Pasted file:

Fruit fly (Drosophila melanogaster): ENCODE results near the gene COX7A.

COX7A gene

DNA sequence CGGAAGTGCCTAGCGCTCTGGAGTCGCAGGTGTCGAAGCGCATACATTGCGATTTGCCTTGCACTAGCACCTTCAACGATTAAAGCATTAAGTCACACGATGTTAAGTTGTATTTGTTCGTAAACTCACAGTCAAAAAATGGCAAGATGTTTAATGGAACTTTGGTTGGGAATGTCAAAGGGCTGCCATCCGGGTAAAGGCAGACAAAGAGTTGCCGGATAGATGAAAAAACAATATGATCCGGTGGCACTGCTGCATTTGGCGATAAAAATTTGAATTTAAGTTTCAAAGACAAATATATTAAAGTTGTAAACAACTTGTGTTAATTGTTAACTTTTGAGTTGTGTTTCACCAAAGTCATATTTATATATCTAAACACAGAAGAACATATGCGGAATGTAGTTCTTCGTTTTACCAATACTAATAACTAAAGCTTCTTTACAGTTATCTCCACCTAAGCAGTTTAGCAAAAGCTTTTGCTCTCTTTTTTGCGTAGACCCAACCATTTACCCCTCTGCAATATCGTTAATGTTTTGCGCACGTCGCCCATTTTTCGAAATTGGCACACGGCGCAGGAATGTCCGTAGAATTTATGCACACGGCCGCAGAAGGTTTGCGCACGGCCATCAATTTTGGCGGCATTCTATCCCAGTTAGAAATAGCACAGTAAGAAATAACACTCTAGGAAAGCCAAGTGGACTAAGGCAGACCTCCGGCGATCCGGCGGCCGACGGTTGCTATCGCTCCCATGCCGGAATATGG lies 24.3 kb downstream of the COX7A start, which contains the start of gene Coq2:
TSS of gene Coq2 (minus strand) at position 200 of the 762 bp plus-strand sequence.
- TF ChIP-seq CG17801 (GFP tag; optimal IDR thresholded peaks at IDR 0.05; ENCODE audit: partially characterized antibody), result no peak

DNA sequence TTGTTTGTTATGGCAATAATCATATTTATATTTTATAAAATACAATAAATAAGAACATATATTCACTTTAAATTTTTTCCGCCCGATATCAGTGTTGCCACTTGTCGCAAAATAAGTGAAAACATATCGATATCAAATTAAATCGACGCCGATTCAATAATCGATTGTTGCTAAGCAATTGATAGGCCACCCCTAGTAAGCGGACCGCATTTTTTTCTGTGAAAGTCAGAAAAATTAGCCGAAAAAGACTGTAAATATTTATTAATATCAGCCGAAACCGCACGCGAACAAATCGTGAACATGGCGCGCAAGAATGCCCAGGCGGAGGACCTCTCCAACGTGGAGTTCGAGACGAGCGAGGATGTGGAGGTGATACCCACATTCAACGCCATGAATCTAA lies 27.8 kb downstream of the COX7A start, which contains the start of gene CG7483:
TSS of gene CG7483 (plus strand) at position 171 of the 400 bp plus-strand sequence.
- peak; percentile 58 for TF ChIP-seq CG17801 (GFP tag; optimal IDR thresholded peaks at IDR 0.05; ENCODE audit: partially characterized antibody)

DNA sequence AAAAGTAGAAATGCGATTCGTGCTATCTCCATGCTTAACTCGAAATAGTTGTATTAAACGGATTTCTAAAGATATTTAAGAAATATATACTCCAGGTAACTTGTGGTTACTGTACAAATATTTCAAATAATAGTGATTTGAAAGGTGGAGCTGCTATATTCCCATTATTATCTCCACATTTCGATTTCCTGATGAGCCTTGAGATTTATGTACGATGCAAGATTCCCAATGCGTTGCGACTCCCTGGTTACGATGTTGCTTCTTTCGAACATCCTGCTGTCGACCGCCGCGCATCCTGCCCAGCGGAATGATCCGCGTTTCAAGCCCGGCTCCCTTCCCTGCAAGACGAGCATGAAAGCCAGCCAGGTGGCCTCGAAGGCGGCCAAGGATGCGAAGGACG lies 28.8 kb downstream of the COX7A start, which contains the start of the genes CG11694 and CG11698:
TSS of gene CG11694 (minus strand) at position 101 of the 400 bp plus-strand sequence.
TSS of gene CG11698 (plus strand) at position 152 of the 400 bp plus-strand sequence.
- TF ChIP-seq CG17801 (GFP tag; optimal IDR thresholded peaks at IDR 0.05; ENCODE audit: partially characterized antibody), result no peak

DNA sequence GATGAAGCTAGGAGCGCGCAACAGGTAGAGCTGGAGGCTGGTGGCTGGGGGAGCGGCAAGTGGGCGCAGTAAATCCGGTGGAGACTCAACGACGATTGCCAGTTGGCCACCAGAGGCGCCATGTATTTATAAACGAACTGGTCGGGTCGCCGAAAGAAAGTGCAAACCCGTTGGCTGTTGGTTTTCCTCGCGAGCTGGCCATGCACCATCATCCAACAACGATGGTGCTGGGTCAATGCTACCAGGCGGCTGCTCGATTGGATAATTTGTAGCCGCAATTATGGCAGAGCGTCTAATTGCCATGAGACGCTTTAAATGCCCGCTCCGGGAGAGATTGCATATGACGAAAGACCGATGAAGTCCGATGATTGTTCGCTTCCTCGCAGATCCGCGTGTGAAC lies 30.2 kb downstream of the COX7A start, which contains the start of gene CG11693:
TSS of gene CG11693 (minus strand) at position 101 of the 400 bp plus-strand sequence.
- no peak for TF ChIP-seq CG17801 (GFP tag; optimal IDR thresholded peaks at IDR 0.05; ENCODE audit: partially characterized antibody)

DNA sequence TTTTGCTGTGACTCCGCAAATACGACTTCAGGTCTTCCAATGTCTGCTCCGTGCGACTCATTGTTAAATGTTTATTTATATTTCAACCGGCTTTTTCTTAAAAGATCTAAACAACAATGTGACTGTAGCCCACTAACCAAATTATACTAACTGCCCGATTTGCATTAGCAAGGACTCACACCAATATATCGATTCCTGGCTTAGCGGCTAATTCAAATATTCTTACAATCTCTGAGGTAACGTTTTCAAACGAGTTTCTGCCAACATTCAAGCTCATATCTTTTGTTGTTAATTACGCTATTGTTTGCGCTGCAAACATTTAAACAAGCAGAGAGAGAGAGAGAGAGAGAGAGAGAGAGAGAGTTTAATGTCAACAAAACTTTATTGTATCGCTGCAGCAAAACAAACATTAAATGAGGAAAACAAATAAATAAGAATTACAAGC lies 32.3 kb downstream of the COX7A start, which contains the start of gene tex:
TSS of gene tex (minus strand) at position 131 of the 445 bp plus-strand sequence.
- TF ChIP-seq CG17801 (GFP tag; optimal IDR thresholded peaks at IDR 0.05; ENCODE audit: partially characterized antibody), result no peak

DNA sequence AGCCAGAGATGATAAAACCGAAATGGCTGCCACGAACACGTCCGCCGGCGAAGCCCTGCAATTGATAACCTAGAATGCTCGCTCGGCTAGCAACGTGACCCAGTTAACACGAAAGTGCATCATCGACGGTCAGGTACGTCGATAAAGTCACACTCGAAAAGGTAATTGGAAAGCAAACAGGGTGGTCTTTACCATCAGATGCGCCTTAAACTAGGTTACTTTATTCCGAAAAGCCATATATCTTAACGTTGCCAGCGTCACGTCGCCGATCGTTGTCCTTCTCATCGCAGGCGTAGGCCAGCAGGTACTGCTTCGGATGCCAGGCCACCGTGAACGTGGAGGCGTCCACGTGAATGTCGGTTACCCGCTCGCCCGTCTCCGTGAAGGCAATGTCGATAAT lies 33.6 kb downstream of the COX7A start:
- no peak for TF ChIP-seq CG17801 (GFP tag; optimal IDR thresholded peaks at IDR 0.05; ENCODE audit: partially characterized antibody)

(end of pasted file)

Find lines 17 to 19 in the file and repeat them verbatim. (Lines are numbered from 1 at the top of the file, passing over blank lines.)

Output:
TSS of gene tex (minus strand) at position 131 of the 445 bp plus-strand sequence.
- TF ChIP-seq CG17801 (GFP tag; optimal IDR thresholded peaks at IDR 0.05; ENCODE audit: partially characterized antibody), result no peak

DNA sequence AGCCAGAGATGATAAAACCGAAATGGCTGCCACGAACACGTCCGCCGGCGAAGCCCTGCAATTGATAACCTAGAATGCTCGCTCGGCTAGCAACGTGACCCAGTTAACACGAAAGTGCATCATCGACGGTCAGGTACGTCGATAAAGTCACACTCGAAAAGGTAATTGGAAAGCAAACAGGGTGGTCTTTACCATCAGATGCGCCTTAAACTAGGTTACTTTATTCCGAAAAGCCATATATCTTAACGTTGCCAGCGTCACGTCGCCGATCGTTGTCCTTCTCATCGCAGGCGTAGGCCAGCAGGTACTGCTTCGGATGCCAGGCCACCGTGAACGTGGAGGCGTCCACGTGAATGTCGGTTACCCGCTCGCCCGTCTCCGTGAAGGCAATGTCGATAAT lies 33.6 kb downstream of the COX7A start: